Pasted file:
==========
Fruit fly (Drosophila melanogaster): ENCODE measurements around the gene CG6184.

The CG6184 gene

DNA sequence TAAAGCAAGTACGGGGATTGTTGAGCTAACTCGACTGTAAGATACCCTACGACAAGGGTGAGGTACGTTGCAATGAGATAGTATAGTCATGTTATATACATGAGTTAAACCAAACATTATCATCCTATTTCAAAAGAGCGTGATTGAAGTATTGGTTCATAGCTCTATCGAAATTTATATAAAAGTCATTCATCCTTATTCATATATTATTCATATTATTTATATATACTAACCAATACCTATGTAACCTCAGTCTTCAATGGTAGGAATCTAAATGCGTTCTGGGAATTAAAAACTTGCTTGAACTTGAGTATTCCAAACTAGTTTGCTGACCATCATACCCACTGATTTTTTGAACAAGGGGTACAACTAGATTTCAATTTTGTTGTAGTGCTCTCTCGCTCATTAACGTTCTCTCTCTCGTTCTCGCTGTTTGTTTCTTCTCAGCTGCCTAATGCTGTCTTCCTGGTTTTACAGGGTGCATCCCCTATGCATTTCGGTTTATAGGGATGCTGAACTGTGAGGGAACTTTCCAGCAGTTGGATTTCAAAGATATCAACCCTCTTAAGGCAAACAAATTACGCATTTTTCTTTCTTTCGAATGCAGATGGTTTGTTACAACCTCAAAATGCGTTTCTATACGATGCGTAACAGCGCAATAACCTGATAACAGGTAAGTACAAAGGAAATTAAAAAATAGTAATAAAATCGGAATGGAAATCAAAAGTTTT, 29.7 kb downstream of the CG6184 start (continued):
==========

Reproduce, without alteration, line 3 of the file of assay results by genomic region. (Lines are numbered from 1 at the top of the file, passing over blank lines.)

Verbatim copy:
DNA sequence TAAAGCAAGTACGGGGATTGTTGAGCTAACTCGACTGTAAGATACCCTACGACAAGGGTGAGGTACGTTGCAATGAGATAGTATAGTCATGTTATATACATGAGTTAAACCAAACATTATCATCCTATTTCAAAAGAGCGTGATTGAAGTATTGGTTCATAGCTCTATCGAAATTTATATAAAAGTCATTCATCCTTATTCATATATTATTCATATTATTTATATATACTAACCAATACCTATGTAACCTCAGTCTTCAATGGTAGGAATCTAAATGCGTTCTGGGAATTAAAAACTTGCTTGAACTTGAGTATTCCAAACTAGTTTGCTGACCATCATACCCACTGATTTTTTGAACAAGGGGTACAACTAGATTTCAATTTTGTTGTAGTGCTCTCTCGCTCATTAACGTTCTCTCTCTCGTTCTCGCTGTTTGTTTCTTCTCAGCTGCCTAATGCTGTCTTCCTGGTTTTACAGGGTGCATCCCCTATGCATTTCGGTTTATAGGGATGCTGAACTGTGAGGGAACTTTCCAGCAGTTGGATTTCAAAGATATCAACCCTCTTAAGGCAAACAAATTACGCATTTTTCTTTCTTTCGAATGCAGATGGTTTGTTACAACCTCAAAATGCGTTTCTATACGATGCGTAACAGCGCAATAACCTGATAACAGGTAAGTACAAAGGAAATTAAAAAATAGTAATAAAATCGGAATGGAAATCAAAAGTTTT, 29.7 kb downstream of the CG6184 start (continued):